1. China puts Indian oil block up for auction

    Drawing India into the South China Sea muddle, China has put up a Vietnamese petroleum block under exploration by an Indian oil firm for global bidding.

    While the move was meant to counter a Hanoi legislation asserting the country’s control over offshore areas and islands, which Beijing considers disputed, it has put Delhi in a spot as Vietnam is now keen that India does not vacate this block.

    As a result, New Delhi for the first time went beyond its usual call for “freedom of navigation” in South China Sea at last week’s ASEAN Regional Forum meet in Cambodia and added the demand for “access to resources in accordance with principles of international law”. This shift in stand, sources said, was largely provoked by the Chinese decision to bid out a block already given to India.

    The block numbered 128, which has been contracted to ONGC Videsh Ltd (OVL), was part of the nine petroleum blocks that were placed for global bidding by China Offshore Oil Corporation (CNOOC) last month. Over the past few weeks, the blocks put up for bidding were compared to existing blocks already given out by Vietnam in the same area.

    The results, which have now also been confirmed by reputed energy-specific publication Platts, show that a substantive part of block 128 is also covered by the grid of blocks put up for offer by CNOOC.

    Vietnam had reacted sharply stating that all these blocks fall in its Exclusive Economic Zone and are in accordance with the United Nations Convention on the Law of Sea (UNCLOS).

    Incidentally, OVL had decided to exit this block a couple of months ago because it had failed to start drilling activity as per the timeline worked out in the original contract. On its part, OVL maintained that its surveys had not shown much promise for any big finds.

    The preference, at that time, was to wait a little longer as timeframe is crucial in petroleum exploration. But as that would be against the contract, the company had decided to exit without much delay. OVL had earlier returned the adjoining block 127 on the same grounds.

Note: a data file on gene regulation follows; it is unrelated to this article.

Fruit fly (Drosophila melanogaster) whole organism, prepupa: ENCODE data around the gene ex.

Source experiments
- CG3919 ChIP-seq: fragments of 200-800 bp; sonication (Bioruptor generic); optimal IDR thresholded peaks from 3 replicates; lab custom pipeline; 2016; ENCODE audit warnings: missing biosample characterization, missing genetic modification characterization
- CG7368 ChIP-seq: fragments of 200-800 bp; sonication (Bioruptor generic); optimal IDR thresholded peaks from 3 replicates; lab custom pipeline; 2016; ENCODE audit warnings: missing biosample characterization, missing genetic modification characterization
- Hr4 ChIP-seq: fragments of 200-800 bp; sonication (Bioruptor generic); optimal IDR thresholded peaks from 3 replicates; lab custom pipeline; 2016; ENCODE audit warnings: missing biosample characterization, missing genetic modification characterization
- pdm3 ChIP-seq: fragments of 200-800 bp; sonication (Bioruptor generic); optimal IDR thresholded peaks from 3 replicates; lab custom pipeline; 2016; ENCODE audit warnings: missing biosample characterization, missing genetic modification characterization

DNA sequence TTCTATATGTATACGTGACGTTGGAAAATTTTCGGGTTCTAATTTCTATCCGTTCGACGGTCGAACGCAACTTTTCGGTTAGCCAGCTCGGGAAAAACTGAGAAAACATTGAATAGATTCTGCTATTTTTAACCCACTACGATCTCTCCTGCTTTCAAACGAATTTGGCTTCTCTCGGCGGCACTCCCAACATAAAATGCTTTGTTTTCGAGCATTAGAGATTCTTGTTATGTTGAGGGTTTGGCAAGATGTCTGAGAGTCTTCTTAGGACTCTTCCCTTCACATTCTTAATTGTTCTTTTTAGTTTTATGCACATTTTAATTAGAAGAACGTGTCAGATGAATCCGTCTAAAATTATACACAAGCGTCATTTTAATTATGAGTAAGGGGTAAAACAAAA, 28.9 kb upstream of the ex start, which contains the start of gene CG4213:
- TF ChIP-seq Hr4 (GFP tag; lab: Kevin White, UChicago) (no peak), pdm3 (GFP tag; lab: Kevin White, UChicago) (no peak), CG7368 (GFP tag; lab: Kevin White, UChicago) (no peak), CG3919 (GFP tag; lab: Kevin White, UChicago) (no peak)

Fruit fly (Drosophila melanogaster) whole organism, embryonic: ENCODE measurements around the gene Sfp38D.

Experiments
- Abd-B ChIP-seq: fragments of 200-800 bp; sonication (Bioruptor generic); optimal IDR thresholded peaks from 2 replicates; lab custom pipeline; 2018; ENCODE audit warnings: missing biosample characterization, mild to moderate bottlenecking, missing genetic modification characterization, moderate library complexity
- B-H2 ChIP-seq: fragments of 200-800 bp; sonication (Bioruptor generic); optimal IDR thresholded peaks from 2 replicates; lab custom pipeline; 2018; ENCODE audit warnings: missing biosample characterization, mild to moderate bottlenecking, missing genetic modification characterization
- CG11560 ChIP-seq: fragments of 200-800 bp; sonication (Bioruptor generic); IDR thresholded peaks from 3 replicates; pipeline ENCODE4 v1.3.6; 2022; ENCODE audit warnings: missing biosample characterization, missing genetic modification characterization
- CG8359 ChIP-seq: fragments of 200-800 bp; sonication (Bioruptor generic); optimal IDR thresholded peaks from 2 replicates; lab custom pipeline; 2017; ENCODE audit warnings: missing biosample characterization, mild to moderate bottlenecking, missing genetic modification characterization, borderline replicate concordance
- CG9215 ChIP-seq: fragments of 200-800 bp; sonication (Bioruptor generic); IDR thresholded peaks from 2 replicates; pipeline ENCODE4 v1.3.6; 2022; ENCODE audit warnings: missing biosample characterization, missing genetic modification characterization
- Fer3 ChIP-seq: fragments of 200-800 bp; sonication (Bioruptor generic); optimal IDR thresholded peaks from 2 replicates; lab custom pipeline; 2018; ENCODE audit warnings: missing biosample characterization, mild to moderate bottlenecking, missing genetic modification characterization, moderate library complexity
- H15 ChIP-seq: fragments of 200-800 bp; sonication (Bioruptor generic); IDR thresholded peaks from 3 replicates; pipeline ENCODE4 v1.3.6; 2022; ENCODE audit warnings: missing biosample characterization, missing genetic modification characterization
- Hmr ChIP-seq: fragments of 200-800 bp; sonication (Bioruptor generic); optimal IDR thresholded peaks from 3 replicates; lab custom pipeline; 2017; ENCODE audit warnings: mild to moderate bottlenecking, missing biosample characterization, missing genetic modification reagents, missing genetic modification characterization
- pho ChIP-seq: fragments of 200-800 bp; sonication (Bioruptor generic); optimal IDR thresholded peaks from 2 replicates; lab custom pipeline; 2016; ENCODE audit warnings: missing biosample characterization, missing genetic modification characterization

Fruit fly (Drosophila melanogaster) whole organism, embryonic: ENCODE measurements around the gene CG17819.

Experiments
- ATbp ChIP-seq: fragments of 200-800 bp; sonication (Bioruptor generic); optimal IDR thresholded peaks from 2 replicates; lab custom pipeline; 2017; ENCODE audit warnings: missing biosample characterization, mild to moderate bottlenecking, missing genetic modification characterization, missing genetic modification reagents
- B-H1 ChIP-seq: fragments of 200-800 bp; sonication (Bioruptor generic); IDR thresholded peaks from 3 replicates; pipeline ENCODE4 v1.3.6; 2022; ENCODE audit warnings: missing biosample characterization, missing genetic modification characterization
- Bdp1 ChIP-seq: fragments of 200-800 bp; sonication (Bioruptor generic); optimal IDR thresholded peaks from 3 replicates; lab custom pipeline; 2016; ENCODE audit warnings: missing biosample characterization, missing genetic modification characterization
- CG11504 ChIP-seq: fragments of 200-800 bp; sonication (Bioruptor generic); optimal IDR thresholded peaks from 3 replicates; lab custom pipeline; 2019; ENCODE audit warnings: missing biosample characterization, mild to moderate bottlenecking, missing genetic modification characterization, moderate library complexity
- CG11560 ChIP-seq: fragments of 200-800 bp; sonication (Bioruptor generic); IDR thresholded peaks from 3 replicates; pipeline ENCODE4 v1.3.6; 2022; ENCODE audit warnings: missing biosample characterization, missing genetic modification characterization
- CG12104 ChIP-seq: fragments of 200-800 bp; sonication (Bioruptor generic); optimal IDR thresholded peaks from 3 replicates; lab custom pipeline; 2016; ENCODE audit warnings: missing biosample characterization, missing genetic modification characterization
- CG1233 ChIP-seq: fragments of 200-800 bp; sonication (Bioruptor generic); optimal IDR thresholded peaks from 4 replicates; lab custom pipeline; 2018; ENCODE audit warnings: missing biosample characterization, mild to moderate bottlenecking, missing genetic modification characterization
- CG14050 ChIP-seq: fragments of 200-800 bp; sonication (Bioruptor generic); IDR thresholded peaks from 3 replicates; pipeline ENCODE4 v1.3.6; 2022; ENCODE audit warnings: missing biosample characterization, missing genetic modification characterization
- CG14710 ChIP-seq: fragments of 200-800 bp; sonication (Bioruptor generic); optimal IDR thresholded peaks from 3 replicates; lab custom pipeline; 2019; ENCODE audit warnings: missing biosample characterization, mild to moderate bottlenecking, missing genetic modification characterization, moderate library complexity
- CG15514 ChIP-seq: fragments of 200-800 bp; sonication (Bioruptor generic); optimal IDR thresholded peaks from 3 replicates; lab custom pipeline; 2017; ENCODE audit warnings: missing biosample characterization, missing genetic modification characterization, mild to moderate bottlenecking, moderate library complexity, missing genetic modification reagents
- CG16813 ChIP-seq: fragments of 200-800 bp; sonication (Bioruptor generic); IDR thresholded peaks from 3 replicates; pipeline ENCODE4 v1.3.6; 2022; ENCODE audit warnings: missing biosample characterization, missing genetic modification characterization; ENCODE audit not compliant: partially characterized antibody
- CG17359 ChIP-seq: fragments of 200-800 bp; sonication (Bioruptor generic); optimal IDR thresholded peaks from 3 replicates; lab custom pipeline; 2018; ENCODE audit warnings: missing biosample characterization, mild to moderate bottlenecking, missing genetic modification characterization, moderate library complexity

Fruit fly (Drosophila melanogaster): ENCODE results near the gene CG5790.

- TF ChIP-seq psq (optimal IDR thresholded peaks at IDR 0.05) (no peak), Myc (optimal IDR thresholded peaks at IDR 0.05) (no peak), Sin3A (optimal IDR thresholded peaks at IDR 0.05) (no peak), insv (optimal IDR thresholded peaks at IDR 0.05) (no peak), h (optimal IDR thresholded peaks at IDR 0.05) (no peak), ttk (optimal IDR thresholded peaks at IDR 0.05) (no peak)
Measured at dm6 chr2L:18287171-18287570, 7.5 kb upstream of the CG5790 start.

Soon after, sources said, Petrovietnam had approached OVL with fresh terms and conditions, which allowed OVL two more years for exploration. The offer, which is still under discussions, is said to be attractive and OVL is said to be inclined to extend its exploration activity in block 128.

    New Delhi has a crucial decision ahead seeking to achieve a diplomatic position on the issue. Chinese assertiveness and clout, sources said, was visible at the ASEAN and ARF meets in Phnom Penh last week.

    For the first time, ASEAN could not come out with a joint communique because the member countries failed to reconcile on the mention of Chinese claims in South China Sea. China is learnt to have leaned heavily on Cambodia, the host and chair of the meet this year, to take the line that these were bilateral issues of individual countries which should not be part of multilateral discussions.

    In the ARF too, which comprises partner countries of the ASEAN like India, US, China and European Union among others, Pakistan went along with China and said these were historical claims that ought to be decided bilaterally and not be subjugated to the international law of sea. The western countries contested this, leading to wider disagreements.

    India, which usually takes a nuanced line, was slightly more vocal this time: “We have been following developments in respect to the South China Sea. As we had stated earlier, India supports freedom of navigation and access to resources in accordance with principles of international law. These principles should be respected by all.”

    China puts Indian oil block up for auction - Indian Express
    India, China in confrontation mode, China puts Indian oil block up for auction
  3. ejazr

    ejazr Stars and Ambassadors Stars and Ambassadors

    Oct 8, 2009
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    Hyderabad and Sydney
    I am not sure what the benefit would be to stick to the oil block if it is not profitable and we don't have solid backing from the US, Japan and other regional powers on this. The last thing we want is the US and other regional powers free-riding on a Sino-Indian conflict.
  4. skumar7777

    skumar7777 Regular Member

    Oct 5, 2011
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    ONGC has paid good money to the Vietnamese for oil blocks clearly within their EEZ as stated above which is well defined and accepted by international law. If we do not stand up, the Chinese may well put blocks in Arunachal Pradesh for bidding tomorrow to underline their claims. Whether the Vietnamese blocks are profitable or not is a secondary issue. Also of concern is the confidence that Indian companies would have in the future in investing overseas if the Indian government does not protect their rights as per international law.
  5. arya

    arya Senior Member Senior Member

    Sep 14, 2009
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    they will do whatever they want

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